It’s Okay to be Ok

Posted by Rod Jones on

Thought Row - Rod Jones Artist

It’s Okay to be Ok: Never mind those thoughts that betray the devilish ones that rob us of our self-assurance. Even the most secure amongst us have a secret room inside our brains that is bolted shut. Somehow, through some mystical source of magic, the devious thoughts that are sequestered in that room become a mist and manage to seep through the tiniest of cracks and crevices. Once they break free, they reform and commence to do their dastardly deeds inside the mind. They're all about creating a lack of self-assuredness, which leads to, and you might have guessed it, a feeling of not being okay.

The remedy: unfortunately, there is no way you can keep those devious thoughts confined in that well-fortified room in your head. They're just all out, too damn clever. You can call on some magic of your own that is surprisingly simple. But almost always misunderstood and rarely used. This magic has to do with your self-talk. Is it really magic? Well, the fact that it doesn't seem to come into play when it's so desperately needed is a mystery onto itself.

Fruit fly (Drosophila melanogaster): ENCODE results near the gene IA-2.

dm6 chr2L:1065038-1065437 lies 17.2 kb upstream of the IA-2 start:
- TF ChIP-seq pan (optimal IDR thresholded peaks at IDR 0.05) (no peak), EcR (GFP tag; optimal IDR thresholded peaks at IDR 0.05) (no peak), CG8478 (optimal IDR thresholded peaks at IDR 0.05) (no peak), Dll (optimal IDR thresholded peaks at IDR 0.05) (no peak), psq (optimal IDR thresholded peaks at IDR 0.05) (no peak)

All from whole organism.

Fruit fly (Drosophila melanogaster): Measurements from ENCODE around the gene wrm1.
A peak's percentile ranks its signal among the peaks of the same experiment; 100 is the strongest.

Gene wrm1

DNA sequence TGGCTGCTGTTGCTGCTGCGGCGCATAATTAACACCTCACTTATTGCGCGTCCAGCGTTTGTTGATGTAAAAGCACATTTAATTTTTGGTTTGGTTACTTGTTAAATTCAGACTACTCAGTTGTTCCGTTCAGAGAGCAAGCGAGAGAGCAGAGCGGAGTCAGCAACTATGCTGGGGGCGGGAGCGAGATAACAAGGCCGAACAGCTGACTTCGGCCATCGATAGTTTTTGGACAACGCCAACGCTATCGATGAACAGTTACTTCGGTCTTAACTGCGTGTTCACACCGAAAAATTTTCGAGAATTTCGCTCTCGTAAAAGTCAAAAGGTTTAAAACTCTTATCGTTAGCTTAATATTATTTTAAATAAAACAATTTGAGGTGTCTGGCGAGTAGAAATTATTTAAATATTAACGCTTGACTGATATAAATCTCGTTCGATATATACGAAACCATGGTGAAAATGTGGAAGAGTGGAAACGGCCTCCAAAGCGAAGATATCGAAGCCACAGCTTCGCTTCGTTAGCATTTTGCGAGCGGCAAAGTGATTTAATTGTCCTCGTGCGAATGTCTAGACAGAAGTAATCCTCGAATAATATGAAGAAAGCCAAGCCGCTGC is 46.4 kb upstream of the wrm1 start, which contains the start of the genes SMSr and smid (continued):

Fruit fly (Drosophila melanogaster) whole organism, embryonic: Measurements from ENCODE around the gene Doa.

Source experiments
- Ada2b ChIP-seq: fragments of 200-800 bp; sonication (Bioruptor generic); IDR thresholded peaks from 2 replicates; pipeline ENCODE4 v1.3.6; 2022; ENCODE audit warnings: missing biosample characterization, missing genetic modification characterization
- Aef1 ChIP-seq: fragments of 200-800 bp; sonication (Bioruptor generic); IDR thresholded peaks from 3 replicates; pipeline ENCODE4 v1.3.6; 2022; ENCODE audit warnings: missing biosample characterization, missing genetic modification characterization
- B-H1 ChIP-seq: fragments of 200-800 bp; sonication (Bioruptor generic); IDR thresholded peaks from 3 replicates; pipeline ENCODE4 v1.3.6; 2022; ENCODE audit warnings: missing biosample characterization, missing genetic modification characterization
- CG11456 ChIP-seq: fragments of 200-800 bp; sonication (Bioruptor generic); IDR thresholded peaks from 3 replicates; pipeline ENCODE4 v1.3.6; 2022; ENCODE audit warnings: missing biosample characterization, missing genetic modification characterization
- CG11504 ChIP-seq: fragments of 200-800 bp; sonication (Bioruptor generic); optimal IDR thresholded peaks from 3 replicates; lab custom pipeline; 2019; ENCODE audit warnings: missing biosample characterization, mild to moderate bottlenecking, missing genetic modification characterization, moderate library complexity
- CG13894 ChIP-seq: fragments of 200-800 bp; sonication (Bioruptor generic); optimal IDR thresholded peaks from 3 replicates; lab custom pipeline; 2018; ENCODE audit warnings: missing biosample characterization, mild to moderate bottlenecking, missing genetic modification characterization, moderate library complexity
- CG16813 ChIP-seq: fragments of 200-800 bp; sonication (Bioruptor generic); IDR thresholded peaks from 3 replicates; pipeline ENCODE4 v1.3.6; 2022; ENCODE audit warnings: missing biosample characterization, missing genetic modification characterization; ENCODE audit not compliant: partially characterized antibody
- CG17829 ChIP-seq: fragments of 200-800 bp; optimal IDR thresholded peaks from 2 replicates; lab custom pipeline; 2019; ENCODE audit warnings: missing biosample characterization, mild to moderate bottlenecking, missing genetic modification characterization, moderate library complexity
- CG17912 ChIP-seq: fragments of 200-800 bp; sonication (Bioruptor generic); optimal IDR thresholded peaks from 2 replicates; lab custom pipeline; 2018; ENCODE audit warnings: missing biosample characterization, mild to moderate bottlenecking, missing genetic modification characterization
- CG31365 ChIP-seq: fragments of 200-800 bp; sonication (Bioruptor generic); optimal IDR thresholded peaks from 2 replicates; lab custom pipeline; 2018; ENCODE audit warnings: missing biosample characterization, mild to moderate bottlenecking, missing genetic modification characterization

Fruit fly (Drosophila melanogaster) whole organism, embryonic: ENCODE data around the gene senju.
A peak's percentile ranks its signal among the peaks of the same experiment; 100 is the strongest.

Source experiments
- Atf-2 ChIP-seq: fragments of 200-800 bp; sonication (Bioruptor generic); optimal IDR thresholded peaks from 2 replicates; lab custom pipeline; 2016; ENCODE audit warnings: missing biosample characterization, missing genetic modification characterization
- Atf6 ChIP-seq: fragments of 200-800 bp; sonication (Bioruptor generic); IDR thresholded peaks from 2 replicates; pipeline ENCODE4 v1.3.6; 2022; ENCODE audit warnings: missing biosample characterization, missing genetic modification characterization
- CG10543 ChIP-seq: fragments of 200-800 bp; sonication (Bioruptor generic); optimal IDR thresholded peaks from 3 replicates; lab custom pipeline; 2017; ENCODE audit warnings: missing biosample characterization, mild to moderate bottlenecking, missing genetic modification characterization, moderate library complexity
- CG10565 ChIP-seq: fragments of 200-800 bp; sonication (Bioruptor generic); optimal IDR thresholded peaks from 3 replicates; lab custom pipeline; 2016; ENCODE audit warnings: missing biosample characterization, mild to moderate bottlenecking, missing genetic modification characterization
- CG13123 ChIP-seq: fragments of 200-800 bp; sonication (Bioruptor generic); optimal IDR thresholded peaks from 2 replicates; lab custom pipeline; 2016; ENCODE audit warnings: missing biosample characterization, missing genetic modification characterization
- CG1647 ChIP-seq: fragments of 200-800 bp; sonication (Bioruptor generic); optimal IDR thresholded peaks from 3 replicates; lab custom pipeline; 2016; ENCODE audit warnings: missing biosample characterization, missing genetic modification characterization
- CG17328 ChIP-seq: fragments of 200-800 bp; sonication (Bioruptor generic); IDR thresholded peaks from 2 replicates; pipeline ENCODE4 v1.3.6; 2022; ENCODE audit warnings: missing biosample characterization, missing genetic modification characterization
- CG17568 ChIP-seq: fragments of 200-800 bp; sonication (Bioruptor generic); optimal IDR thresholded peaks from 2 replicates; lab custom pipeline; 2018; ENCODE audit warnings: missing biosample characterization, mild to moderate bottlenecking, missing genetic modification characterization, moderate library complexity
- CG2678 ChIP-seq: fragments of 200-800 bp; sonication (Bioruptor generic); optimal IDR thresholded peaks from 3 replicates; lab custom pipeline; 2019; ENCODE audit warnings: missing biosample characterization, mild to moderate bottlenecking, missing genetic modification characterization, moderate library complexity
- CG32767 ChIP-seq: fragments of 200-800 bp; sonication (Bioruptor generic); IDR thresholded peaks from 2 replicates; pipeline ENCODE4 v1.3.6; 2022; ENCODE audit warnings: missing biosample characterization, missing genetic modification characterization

It's Okay, to be Ok. It really is. You may have to give yourself permission to be okay consciously. It's also important to know that there is a force locked up inside your mind that clearly knows how to escape and create havoc. Recognize it, but don't give it credibility. Once you do, your okay-ness starts to evaporate. Self-talk is like a pendulum. It can swing to and fro. To thoughts that are self-supportive, "very good." Or your self-talk can head to the fro side, where the self-sabotaging thoughts reside, "very, very bad."

Having a clear choice of what you want to think about inside is easy. But making it stick can be difficult and challenging. I learned that it's like forming a new habit. Like drinking the appropriate healthy amount of water every day. We all strive to create good habits. Most of us try to avoid some of the bad habits that typically create problems, like overeating. We all know where that ultimately takes us. Resigning yourself to developing the habit of "it's okay to be okay" can certainly be a little challenging at first, but trust me, it's doable. I found the easiest strategy that works a goodly part of the time is when those negative thoughts pop into your head, just repeat to yourself that it's okay to be okay. Make that your new mantra. It is surprisingly habit-forming, and it works.

"I discovered that ‘just okay,’ was never really all that okay. It always showed up with a compromise that rarely was to my liking." Rod Jones Artist 

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